SHADRECK SITHOLE N.O
(In his capacity as the Chairperson of the Disciplinary
Committee, Ministry of Primary and Secondary Education)
MINISTER OF PRIMARY AND SECONDARY EDUCATION N.O
HIGH COURT OF ZIMBABWE
MUTARE, 30 March 2021
Urgent Chamber Application
J. Zviuya, for the applicant
P. Garwe assisted by T.L. Muradzikwa, for the respondents
MWAYERA J: On 30 March 2021, after being addressed by both counsel for the applicant and respondents, and having considered documents filed of record I gave an indent extempore judgment and ordered that:
The matter be struck off the urgent roll.
The applicant shall bear the costs.
I undertook to avail written reasons in due course these are they:
The applicant approached the court through the urgent chamber book on 18 March 2021. Upon perusal of papers filed of record on 19 March 2021, I formulated an opinion that the matter was not urgent. By letter filed with Registry on 24 March 2021, the applicant sought audience to address the court. I directed that the respondents be served and set the matter down for 30 March 2021 thus prompting the hearing.
A conspectus of the background of the matter has to be put into perspective. Sometime in October 2020 the applicant was served with a notice of disciplinary hearing by the first respondent, which hearing was scheduled for 18 November 2020 arising from allegations of improper association. The applicant consulted his legal practitioners of record and they in turn requested certain specified documents to prepare for the hearing. The respondents were adamant that all documents had been served on the applicant and as such no further documents were availed. Due to the Covid 19 Pandemic the hearing was postponed indefinitely on 18 November 2020.
Further communication for documents to be availed met with the same response that documents had already been furnished to the applicant. Another set down date was availed for 10 March 2021 for hearing at Mafararikwa Primary School, Marange. 10 March 2021 coincided with the period of Relaxation of the National Lock down for containment and control of the Covid 19 Pandemic as proclaimed by government. The matter was mutually postponed to 1 April 2021. The applicant sought to be advised of precautionary measures put in place to avoid the risk of contracting Covid 19. The respondents were adamant that all documents to be used in the hearing had been availed to the applicant and that they would comply with government and World Health Organisation guidelines and that the matter will proceed as scheduled on 1 April 2021.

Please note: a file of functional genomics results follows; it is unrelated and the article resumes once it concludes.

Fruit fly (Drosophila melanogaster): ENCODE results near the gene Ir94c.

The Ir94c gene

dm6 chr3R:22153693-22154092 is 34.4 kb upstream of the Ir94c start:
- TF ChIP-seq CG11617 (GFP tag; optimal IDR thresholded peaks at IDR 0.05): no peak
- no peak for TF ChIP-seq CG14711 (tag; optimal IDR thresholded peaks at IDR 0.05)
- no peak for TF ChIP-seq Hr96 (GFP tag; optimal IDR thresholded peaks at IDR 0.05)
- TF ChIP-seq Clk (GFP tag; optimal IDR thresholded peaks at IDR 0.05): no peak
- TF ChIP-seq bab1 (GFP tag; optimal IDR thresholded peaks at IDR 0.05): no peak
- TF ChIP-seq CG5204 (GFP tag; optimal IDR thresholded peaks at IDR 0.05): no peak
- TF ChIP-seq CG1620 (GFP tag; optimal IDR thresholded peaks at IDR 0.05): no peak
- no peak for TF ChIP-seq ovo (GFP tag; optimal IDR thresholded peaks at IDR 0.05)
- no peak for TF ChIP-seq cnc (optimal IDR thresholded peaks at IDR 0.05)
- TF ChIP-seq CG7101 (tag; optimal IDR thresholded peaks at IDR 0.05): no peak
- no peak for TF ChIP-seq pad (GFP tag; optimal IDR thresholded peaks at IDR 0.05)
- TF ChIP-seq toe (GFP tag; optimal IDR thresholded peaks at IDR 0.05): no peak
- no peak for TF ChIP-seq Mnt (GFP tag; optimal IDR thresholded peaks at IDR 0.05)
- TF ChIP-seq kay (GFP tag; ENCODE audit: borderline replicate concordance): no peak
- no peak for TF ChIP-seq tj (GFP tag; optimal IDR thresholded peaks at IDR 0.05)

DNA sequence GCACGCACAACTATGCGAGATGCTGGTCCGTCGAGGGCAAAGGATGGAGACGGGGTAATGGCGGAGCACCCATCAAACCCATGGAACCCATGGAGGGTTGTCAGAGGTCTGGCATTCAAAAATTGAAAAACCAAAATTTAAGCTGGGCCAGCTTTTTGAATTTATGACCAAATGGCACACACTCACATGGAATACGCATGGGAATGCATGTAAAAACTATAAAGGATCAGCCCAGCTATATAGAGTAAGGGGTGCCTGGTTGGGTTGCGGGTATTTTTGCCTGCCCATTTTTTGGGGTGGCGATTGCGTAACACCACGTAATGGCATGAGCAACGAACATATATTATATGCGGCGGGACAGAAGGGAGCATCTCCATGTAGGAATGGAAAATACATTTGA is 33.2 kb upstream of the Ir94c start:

It is this insistence which prompted the applicant to approach the court on urgent basis seeking an interdict barring the respondents from proceeding with the disciplinary hearing on the following grounds:
That failure or refusal to furnish the requested documents, materials and witness statements would violate the audi alteraim partem rule as the applicant and, or his legal practitioners are unable to effectively represent him.
The failure to give assurance or disclose that there will be adequate Covid 19 preventive measures in compliance with World Health Organisation (WHO) minimum stands would bring about risk to not only applicant but his lawyers and all attendees to the risk of the deadly Covid 19 disease.
The respondents opposed the application to stop the hearing insisting that the applicant was served with all documents and materials requested and that preventative measures are in place, a position communicated to the applicant. The respondents argued that the requirements of a prohibitory interdict namely:
Existence of a prima facie right though open to doubt.
Existence imminent or real injury of the applicant occasioning a well-grounded apprehension of irreparable harm.
The absence of any other satisfactory remedy.
The balance of convenience, cannot be met in the circumstances of this matter.
See Setlogelo 1914 AD 221. The respondents filed opposition papers in which four points in limine were raised. The respondent counsel Mr Muradzikwa properly abandoned the first two points in limine namely that this court has no jurisdiction and that the application is frivolous and vexatious. I will not be detained by the details on the withdrawn points in limine. The other point in limine raised relates to the application not being properly before the court for non-compliance with the rules of this court. The respondent contended that the application was not on F 29B or Form 29 as amended. The application thus failed to avail to the respondents the procedural right expected by law.